[C18-L] imaginary grammars

Robin Hamilton robin.hamilton3 at VIRGINMEDIA.COM
Tue Oct 26 20:18:35 UTC 2010

I'm not sure this is what the questioner was asking for, but it immediately
sprang to mind (and may have been what Swift was objecting to given the
general anti-Royal-Society context of his description of the Laputan

            John Wilkins, _An Essay towards a Real Character, and a
Philosophical Language_ (London, 1668)


Outside the temporal remit of the question, but cool if you haven't come
across it, is Luigi Serafini's _Codex Seraphinianus_ -- not just an
immaginary grammar but an entire encyclopedia, a la Borges.  There's even a
Rossetti Stone page.


From: "Joel S. Berson" <Berson at ATT.NET>
Sent: Tuesday, October 26, 2010 8:52 PM
Subject:      Re: [C18-L] imaginary grammars

> ---------------------- Information from the mail
> header -----------------------
> Sender:       American Dialect Society <ADS-L at LISTSERV.UGA.EDU>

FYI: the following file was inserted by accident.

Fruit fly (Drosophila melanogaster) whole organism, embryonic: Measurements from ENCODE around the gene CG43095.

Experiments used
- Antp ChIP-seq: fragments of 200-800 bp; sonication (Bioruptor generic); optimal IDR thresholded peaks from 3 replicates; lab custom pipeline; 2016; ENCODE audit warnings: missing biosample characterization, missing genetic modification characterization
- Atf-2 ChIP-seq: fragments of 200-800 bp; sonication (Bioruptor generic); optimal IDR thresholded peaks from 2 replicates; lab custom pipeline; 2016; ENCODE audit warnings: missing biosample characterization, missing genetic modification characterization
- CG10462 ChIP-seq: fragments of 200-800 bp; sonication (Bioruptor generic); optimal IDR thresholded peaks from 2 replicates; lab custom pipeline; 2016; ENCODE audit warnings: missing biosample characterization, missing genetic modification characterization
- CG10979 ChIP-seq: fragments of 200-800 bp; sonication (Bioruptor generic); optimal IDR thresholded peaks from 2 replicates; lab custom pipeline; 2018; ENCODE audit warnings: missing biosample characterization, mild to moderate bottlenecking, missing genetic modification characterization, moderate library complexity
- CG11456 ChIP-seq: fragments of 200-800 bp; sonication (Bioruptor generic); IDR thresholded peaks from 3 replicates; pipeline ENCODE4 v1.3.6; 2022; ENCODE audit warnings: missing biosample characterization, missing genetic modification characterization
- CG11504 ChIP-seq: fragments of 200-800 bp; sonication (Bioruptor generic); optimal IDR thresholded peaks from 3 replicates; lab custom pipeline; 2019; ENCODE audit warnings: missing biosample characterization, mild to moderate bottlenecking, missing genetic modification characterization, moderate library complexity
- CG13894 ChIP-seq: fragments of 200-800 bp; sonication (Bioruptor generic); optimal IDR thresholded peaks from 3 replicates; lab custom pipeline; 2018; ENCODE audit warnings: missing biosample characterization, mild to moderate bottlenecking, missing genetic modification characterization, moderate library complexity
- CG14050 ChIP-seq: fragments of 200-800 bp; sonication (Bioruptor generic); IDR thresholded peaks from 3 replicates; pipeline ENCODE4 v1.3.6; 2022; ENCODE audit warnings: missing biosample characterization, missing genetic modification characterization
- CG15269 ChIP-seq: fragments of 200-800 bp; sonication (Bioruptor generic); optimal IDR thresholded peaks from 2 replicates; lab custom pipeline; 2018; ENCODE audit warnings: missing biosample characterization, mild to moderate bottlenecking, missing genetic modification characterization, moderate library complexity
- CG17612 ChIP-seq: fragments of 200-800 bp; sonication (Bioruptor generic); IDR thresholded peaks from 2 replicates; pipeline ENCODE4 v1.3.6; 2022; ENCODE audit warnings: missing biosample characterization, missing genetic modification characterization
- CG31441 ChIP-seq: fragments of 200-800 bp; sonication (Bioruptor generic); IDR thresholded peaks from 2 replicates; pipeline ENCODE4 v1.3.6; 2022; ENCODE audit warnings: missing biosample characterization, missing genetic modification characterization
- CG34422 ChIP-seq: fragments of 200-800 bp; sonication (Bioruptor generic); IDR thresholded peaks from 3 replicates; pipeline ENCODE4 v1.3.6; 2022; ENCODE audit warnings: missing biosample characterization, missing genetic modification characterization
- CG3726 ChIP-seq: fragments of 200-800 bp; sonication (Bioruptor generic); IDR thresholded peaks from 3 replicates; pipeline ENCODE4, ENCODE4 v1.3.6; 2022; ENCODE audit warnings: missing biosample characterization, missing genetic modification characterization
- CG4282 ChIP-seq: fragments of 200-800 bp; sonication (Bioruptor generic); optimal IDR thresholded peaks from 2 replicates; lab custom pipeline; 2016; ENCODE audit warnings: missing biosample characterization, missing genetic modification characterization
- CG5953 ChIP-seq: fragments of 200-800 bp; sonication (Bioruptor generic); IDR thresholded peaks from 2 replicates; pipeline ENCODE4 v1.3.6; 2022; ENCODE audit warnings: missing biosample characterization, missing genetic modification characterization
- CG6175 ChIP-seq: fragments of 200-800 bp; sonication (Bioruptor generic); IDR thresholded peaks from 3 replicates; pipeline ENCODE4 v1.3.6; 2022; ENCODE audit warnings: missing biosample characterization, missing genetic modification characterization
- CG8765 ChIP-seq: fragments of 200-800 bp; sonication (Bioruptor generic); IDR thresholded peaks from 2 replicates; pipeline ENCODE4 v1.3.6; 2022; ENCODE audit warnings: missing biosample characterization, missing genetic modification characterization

> Poster:       "Joel S. Berson" <Berson at ATT.NET>
> Subject:      Re: [C18-L] imaginary grammars
> -------------------------------------------------------------------------------
> On a list of 18th-century mavens and afficiondos:
> At 10/26/2010 02:35 PM, Ruth MENZIES wrote:
>>I was wondering whether anyone on the list could point me towards
>>imaginary voyages/utopias that present more or less detailed
>>grammars purporting to illustrate perfect languages (the kind of
>>thing Swift derides in Gulliver's Travels).
>>I am familiar with French texts of this sort (Veiras, Foigny, Tyssot
>>de Patot) but less so as regards works in English.
> I'll pass on any responses to the other list.
> Remember, the writer is almost certainly interested in the period
> before, say, 1850 -- so don't give me "Star Trek, Voyager".
> Joel
> ------------------------------------------------------------
> The American Dialect Society - http://www.americandialect.org

The American Dialect Society - http://www.americandialect.org

More information about the Ads-l mailing list